The Long Memory of the Web

Much has been made about the online connectivity of the students at Virginia Tech... how they instant messaged each other from underneath desks and created memorials to the victims on Facebook. It certainly adds another dimension to the conversation we often have on our airwaves about the privacy generation gap and the web. Students have put so much information about themselves on the web through their Facebook and MySpace pages that it made each victim much more human, much more easily accessible. NPR had pictures up of each student within days after the shooting, and we were able to write mini-bios for our show the next day. I had the heartbreaking anthropological job of finding what was on the web about each student... and I was surprised by how glad I was that these young people had left a trail for me, or anyone who wanted to mourn a little, to find. (On another note, I was also surprised that a common trope: "Any predator can find you on the internet!" turned out to be patently false... especially Facebook. It was impossible to get into the pages of the victims... all the information I culled was from the memorial sites that were made public.)

I have often argued with my own parents about the value of being so easily found on the web... I think the "ick" factor for them is mostly about privacy ("WHY would you want strangers to know anything about you?"). I'm not going to deny that I felt a little creepy reading through the comments about these young people... but in the end, I was glad that I knew that Ross Alameddine was a stickler for grammar, and that Emily Hilscher made too much calamari for her Spanish class. If the gunman and his illness made him dehumanize these students so much that he was able to murder them... then I'm glad that they not only exist, but are still so devastatingly human in the long memory of the web.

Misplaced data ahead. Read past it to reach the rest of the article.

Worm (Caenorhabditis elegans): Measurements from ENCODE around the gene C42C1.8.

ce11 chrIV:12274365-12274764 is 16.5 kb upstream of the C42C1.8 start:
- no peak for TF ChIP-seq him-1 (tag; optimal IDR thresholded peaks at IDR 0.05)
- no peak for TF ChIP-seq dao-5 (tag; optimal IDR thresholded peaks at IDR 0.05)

Comments

 

Please keep your community civil. All comments must follow the NPR.org Community rules and terms of use, and will be moderated prior to posting. NPR reserves the right to use the comments we receive, in whole or in part, and to use the commenter's name and location, in any medium. See also the Terms of Use, Privacy Policy and Community FAQ.